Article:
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It's really confusing :?
I've been reading these forums for some time but this is my first post. I have an avid interest in the Byzantine military, but have been struggling to interpret the texts and art from the period in order to understand Byzantine armour.
I've stumbled across some images of Byzantine military saints from the thirteenth-fourteenth century which I think may be of interest.
I found these and many others at this site:

The detail of the armour is quite extraordinary. Each of the three saints from the icon share similarities in equipment. Over their long-sleeved tunics their appear to wear vertically quilted arming jackets reaching to elbow and mid-thigh. Over (or fixed directly to) this padded garment is the metal armour: lamellar for the central figure, scale for the saint on the left (the third is wearing quilt or a kazaghand?) All three have separate splint or lamellar upper-arm defences and skirts, suspended by red stitching from the cuirass, as can clearly be seen. Also notice the (leather?) edging of the cuirass. This seems to be extended at the collar and circles the shoulders.
There is more to be written, but I am very interested to read how other RAT members interpret the images.

Here are the two other military saints in detail:

Great Staff the clothes can be trusted more than the armor though.
I dont feel confident to accept many armor details, although they might have existed.

Please have a look at this knight ... nner_2.htm
and you will see details appearing in 13 cent. hagiography.

There are armor fragments of preserved leather in the Novgorod museum that prompt you to think hagiografy is not so "stylizised" as we think.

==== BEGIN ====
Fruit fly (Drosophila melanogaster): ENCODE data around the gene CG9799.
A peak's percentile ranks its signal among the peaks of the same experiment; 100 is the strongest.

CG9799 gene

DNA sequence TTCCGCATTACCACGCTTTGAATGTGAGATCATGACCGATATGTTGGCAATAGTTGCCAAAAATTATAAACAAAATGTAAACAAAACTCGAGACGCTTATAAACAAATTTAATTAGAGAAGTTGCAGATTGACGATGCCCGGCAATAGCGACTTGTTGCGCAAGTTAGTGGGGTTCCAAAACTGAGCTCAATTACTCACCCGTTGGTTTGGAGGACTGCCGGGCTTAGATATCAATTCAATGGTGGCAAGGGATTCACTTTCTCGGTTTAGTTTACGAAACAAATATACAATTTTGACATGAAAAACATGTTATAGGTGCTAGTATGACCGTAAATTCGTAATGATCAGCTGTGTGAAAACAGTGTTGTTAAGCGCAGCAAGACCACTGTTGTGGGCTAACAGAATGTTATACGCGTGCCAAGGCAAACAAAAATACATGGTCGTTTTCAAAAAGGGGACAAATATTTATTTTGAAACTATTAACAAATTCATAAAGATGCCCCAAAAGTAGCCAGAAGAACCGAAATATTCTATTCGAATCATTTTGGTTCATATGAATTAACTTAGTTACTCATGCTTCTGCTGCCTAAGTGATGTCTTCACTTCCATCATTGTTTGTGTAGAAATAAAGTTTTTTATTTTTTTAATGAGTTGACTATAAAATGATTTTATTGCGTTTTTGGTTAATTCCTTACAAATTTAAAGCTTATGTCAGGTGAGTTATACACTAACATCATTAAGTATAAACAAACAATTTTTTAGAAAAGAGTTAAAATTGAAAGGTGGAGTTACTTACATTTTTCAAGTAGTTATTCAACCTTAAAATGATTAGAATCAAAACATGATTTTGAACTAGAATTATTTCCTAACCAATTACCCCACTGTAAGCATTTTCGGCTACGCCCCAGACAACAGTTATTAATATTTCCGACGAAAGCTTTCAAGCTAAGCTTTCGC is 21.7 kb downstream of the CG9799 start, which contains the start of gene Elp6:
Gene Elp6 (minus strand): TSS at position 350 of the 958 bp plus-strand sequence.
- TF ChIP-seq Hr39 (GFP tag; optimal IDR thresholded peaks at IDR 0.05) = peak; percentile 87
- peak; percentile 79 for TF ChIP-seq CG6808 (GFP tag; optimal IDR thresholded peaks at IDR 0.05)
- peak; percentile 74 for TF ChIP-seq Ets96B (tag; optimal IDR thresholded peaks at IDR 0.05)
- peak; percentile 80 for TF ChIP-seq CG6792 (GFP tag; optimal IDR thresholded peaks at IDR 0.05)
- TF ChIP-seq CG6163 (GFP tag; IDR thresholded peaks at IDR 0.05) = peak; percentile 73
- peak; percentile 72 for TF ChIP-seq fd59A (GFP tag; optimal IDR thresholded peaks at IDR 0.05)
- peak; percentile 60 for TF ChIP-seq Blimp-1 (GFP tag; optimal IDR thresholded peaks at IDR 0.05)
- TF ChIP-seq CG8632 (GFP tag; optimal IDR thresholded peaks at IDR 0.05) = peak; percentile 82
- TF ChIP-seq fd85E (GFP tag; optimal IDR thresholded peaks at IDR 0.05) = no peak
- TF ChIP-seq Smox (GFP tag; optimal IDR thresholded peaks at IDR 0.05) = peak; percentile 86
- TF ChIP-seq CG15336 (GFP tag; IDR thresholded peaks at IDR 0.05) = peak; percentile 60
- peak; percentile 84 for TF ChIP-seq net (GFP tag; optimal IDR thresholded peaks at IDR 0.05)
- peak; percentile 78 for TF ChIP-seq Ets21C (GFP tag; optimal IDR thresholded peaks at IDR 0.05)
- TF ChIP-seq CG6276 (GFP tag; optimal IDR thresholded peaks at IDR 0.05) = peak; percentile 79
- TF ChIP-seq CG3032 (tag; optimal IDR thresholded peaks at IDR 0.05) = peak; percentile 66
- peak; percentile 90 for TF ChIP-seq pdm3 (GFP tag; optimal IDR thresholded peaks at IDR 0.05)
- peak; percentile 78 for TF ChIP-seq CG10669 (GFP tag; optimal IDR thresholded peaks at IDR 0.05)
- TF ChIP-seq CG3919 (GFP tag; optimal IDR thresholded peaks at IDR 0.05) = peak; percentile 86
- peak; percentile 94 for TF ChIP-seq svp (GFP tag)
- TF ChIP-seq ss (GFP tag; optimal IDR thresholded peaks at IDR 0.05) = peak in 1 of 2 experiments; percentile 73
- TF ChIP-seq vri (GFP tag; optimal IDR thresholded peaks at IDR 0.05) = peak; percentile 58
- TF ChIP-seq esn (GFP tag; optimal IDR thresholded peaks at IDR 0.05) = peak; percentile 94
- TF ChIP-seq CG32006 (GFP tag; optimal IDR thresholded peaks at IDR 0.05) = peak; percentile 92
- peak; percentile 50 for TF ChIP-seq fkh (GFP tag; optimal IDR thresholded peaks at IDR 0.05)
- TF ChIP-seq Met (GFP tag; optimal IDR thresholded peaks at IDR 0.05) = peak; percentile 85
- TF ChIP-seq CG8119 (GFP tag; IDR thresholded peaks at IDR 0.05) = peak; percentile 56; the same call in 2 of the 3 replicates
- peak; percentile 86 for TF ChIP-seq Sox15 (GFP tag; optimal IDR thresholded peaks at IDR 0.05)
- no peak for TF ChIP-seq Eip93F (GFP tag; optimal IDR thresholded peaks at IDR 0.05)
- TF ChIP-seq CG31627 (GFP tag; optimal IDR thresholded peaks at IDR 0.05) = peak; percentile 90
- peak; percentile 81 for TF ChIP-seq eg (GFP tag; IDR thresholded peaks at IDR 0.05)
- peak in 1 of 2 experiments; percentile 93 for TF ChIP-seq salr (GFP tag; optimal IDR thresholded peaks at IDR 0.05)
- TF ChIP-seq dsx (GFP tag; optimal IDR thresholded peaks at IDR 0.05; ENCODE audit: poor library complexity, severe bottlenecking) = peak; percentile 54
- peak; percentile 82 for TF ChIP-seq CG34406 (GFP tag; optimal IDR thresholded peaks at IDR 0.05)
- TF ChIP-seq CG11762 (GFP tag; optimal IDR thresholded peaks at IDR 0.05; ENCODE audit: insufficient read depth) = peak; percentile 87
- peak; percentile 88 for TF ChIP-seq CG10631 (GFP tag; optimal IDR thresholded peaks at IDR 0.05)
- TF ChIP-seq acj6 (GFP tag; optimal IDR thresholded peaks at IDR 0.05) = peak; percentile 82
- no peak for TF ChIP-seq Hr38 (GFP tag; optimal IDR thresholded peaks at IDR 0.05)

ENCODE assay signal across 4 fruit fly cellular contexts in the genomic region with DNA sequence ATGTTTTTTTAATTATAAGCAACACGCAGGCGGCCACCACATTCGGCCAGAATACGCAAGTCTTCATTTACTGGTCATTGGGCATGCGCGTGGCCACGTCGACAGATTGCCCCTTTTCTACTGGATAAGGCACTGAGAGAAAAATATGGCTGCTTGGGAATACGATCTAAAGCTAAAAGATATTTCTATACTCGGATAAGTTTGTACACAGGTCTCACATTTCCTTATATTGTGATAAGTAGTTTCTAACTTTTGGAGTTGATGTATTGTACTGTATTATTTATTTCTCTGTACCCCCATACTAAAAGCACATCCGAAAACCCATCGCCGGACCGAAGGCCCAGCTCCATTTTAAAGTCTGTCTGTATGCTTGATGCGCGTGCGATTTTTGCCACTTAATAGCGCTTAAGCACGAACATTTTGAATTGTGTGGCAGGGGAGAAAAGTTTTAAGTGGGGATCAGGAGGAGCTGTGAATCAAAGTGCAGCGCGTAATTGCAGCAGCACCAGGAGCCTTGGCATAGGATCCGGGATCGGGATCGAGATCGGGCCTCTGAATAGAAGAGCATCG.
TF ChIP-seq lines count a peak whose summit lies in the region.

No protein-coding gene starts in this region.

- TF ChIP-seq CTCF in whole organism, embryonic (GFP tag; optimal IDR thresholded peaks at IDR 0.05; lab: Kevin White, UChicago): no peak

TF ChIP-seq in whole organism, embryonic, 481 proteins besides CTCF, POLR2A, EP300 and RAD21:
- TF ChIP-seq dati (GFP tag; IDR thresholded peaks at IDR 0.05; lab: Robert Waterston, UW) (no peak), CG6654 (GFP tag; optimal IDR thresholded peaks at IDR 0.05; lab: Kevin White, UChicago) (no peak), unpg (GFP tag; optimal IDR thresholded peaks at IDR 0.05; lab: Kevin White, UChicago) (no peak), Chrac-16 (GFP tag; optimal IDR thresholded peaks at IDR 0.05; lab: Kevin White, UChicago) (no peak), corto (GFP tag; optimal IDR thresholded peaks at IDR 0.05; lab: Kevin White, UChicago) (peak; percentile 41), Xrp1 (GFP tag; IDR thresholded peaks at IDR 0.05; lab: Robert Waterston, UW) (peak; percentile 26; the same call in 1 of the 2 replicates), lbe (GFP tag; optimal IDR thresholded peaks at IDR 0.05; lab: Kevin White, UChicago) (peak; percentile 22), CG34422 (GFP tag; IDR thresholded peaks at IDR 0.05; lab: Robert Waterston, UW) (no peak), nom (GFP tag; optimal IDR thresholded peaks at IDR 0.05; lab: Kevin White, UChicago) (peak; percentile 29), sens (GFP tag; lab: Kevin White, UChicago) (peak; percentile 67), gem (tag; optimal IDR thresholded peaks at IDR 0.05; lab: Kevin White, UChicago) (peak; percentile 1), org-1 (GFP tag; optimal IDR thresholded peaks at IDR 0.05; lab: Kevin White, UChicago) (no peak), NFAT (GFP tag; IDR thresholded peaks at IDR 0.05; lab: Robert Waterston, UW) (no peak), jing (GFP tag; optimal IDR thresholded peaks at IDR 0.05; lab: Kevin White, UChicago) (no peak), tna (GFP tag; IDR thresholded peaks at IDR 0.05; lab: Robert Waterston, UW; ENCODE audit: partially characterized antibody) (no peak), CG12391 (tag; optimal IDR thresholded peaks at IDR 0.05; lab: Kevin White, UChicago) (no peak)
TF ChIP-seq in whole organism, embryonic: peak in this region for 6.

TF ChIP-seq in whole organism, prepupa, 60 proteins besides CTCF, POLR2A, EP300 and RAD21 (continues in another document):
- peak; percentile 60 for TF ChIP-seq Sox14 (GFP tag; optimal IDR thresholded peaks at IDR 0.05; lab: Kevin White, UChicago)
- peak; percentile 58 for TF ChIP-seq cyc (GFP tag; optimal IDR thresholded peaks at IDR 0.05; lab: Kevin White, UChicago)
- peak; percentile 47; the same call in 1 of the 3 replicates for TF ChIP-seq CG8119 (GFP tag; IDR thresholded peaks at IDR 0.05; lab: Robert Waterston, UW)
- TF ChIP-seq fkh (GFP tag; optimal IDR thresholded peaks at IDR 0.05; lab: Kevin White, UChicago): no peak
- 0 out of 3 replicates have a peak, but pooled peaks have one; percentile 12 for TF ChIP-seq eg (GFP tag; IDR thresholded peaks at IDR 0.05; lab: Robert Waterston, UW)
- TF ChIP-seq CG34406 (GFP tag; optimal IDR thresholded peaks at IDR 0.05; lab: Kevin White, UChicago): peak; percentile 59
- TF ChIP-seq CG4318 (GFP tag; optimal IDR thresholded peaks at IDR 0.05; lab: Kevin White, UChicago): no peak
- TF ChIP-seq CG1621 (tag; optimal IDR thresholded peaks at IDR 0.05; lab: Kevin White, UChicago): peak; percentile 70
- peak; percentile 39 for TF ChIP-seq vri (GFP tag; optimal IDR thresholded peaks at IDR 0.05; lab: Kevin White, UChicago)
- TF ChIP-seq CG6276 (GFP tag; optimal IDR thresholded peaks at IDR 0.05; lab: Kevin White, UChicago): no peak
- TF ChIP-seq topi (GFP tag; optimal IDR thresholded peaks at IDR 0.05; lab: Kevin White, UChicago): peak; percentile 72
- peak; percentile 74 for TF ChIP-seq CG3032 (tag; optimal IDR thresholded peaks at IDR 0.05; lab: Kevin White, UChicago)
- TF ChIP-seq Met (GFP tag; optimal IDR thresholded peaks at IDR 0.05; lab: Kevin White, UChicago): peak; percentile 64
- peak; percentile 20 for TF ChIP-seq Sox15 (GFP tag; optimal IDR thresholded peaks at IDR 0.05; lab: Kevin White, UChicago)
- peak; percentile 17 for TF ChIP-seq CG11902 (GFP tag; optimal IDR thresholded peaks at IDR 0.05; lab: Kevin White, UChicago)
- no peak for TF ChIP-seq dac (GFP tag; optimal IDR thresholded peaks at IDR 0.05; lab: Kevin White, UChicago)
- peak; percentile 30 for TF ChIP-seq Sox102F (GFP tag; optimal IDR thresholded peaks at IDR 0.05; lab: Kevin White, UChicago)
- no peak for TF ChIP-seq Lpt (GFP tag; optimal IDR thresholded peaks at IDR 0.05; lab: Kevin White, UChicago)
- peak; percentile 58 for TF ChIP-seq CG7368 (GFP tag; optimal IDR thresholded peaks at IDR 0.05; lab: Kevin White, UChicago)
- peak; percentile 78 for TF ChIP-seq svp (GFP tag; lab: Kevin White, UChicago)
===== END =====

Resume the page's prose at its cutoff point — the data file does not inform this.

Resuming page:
Kind regards
The variety of military equipment we see in icons throughout the empire's long existence is staggering. Everything from a simple mail shirt to the rather complex armour shown above. However, examples of the cuirass with separate skirt and (sometimes) sleeves appear across the empire's domains from different periods and also in later Serbian depictions of military saints.

One can examine the curious armour from the tenth century murals in the Goreme Valley:
Most of the saints appear to have separate armoured skirts.

See below this fantastical Serbian example of three saints which shares much in common with the Saint Prokopios icon from Egypt.

I've included a depiction from the Paleologan period (note the soldier on the left, who appears to wear no padding under his armour, only a tunic).

The most interesting aspect of the Saint Prokopios icon above is that it illustrates how these separate pieces of armour may have been attached to the cuirass.

I really like all the pics.
Byzantine weapons from the War Museum in Athens ... 20weapons/


Kind regards
Wow! They have allowed you to take pictures Stefanos?
Special permit or have they relaxed their rules?
I remembered it not being permitted when I was there!

Great pictures..... 8)
I threatened them with a copy of the magazine :lol:

Kinds regards
I still have to go back there. It was closing time by the time I reached the navel section....had to whizz right past the things.... :roll:
Nice link. I like it.
Wrong Gioi. This arrangement was for Palaiologos perhpas.
Graves in Greek Cemteries point towards the East.

Kind regards
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